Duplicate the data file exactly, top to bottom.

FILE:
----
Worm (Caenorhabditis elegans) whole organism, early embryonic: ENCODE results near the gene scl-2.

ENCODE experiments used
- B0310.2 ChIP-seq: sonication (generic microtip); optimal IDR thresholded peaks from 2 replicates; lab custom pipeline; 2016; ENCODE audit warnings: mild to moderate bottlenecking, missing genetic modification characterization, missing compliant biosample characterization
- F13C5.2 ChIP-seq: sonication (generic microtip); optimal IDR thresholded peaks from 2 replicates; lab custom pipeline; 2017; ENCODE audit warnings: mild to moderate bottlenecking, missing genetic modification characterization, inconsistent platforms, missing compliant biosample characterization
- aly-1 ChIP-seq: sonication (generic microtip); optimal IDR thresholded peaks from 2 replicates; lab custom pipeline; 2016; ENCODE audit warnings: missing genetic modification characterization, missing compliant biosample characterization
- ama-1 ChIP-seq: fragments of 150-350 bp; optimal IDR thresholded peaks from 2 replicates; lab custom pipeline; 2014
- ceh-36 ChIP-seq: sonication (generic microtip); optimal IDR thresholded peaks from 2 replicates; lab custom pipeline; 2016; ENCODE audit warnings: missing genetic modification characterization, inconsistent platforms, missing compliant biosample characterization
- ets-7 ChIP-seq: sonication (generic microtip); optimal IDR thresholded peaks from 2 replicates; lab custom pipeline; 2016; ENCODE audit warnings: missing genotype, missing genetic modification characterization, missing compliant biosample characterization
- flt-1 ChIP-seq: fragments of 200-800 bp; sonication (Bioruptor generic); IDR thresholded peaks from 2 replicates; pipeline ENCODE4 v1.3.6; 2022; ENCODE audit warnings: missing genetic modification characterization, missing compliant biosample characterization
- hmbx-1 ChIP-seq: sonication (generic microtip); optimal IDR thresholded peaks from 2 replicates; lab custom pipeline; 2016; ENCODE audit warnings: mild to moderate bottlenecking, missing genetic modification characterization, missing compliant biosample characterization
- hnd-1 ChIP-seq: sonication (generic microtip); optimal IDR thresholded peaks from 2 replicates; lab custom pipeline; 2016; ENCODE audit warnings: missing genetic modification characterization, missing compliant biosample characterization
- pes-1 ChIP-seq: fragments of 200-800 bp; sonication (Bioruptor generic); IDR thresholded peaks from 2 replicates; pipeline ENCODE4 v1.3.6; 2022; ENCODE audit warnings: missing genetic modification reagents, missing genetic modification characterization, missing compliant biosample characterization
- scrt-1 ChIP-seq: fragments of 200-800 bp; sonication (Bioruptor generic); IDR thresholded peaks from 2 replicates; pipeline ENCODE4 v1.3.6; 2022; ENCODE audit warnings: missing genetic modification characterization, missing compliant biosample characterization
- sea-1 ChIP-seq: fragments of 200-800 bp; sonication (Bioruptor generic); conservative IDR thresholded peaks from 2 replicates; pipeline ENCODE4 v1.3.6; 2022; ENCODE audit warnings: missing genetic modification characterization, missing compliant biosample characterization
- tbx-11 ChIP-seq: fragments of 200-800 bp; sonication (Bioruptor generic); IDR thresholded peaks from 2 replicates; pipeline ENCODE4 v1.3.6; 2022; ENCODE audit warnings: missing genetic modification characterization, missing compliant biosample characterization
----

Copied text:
Worm (Caenorhabditis elegans) whole organism, early embryonic: ENCODE results near the gene scl-2.

ENCODE experiments used
- B0310.2 ChIP-seq: sonication (generic microtip); optimal IDR thresholded peaks from 2 replicates; lab custom pipeline; 2016; ENCODE audit warnings: mild to moderate bottlenecking, missing genetic modification characterization, missing compliant biosample characterization
- F13C5.2 ChIP-seq: sonication (generic microtip); optimal IDR thresholded peaks from 2 replicates; lab custom pipeline; 2017; ENCODE audit warnings: mild to moderate bottlenecking, missing genetic modification characterization, inconsistent platforms, missing compliant biosample characterization
- aly-1 ChIP-seq: sonication (generic microtip); optimal IDR thresholded peaks from 2 replicates; lab custom pipeline; 2016; ENCODE audit warnings: missing genetic modification characterization, missing compliant biosample characterization
- ama-1 ChIP-seq: fragments of 150-350 bp; optimal IDR thresholded peaks from 2 replicates; lab custom pipeline; 2014
- ceh-36 ChIP-seq: sonication (generic microtip); optimal IDR thresholded peaks from 2 replicates; lab custom pipeline; 2016; ENCODE audit warnings: missing genetic modification characterization, inconsistent platforms, missing compliant biosample characterization
- ets-7 ChIP-seq: sonication (generic microtip); optimal IDR thresholded peaks from 2 replicates; lab custom pipeline; 2016; ENCODE audit warnings: missing genotype, missing genetic modification characterization, missing compliant biosample characterization
- flt-1 ChIP-seq: fragments of 200-800 bp; sonication (Bioruptor generic); IDR thresholded peaks from 2 replicates; pipeline ENCODE4 v1.3.6; 2022; ENCODE audit warnings: missing genetic modification characterization, missing compliant biosample characterization
- hmbx-1 ChIP-seq: sonication (generic microtip); optimal IDR thresholded peaks from 2 replicates; lab custom pipeline; 2016; ENCODE audit warnings: mild to moderate bottlenecking, missing genetic modification characterization, missing compliant biosample characterization
- hnd-1 ChIP-seq: sonication (generic microtip); optimal IDR thresholded peaks from 2 replicates; lab custom pipeline; 2016; ENCODE audit warnings: missing genetic modification characterization, missing compliant biosample characterization
- pes-1 ChIP-seq: fragments of 200-800 bp; sonication (Bioruptor generic); IDR thresholded peaks from 2 replicates; pipeline ENCODE4 v1.3.6; 2022; ENCODE audit warnings: missing genetic modification reagents, missing genetic modification characterization, missing compliant biosample characterization
- scrt-1 ChIP-seq: fragments of 200-800 bp; sonication (Bioruptor generic); IDR thresholded peaks from 2 replicates; pipeline ENCODE4 v1.3.6; 2022; ENCODE audit warnings: missing genetic modification characterization, missing compliant biosample characterization
- sea-1 ChIP-seq: fragments of 200-800 bp; sonication (Bioruptor generic); conservative IDR thresholded peaks from 2 replicates; pipeline ENCODE4 v1.3.6; 2022; ENCODE audit warnings: missing genetic modification characterization, missing compliant biosample characterization
- tbx-11 ChIP-seq: fragments of 200-800 bp; sonication (Bioruptor generic); IDR thresholded peaks from 2 replicates; pipeline ENCODE4 v1.3.6; 2022; ENCODE audit warnings: missing genetic modification characterization, missing compliant biosample characterization